Bovids | Bovidae
Bovids are one of the largest existing families; there are currently more than 140 species alive and 300 extinct. Bovidae consist of cattle, antelopes, gazelles, goats, and sheep. The existence of the Bovidae family has been essential to human prosperity due to their widespread domestication and use as products, such as, milk, leather, meat and more. Usually both males and females of this family have horns, however, there is sexual dimorphism typically displayed with male Bovidae being larger than females. Members of the Bovidae family usually have multiple partners and will mate at least once, sometimes twice, a year.
In most species of bovid males, horns play an important role. Horns are used by males to engage in male-male competitions or to show-off and impress females. Bovid horns vary in shape and size – some are straight, curved or spiral. Horns are sharp and can be used as a defense mechanism against predators. Unfortunately, many bovids are hunted for their horns.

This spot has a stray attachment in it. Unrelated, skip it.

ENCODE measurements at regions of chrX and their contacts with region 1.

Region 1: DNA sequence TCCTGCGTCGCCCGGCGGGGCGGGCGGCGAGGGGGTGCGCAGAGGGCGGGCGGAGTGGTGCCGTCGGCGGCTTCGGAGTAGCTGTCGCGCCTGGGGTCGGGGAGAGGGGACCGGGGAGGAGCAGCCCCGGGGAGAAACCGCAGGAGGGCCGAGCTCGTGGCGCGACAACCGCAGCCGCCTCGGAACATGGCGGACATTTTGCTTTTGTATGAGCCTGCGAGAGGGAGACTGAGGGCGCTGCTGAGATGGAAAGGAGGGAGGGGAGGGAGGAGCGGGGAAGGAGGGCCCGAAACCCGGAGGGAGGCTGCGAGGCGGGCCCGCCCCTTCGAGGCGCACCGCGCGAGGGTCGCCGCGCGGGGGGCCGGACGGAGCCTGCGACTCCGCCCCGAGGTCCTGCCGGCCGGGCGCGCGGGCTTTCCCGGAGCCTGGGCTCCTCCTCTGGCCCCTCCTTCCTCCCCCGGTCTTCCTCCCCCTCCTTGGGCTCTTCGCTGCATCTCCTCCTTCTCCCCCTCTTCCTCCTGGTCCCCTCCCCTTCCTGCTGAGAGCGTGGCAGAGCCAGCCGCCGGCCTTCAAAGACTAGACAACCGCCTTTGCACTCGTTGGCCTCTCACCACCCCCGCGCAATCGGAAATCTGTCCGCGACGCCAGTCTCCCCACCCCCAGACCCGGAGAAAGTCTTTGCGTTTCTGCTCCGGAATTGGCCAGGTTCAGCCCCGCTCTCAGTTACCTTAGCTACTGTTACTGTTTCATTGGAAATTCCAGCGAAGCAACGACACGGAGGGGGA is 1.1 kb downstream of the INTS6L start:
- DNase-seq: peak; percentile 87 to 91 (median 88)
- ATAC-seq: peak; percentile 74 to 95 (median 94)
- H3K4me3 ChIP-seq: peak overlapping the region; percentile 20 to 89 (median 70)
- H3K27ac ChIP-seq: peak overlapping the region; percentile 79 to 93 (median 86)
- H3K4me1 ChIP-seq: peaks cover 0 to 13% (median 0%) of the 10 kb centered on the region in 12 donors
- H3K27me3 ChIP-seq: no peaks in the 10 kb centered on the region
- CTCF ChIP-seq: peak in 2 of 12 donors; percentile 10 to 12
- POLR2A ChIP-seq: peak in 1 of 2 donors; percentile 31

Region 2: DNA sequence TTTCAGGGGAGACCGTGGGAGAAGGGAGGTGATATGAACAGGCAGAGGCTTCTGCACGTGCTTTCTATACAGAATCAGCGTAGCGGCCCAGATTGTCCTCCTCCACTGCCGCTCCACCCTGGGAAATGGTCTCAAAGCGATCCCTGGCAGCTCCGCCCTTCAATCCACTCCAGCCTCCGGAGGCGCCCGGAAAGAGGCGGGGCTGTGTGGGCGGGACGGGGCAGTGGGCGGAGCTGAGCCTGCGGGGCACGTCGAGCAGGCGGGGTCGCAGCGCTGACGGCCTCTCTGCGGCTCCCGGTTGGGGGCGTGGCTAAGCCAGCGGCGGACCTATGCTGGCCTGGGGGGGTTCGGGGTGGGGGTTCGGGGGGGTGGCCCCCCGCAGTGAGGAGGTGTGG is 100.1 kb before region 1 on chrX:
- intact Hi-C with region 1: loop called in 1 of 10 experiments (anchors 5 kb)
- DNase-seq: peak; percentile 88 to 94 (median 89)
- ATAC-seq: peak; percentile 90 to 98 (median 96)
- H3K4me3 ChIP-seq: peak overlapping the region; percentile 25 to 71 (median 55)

There are about 143 species in the Bovidae family. The bovids are the largest family of hoofed mammals. Antelopes, sheep, goats, cattle, buffalo, and bison are all part of the Bovidae family. Other species of bovids include impala, gazelles, and muskoxen. There are 300 known extinct species.
All bovids have 4 toes on each foot. They walk on the 2 central toes which are the hooves, and the 2 outer toes which are dewclaws are smaller and rarely touch the ground. Standing on their toes increases the bovids speed while running and jumping, and lets them hold their head higher to better look out for predators.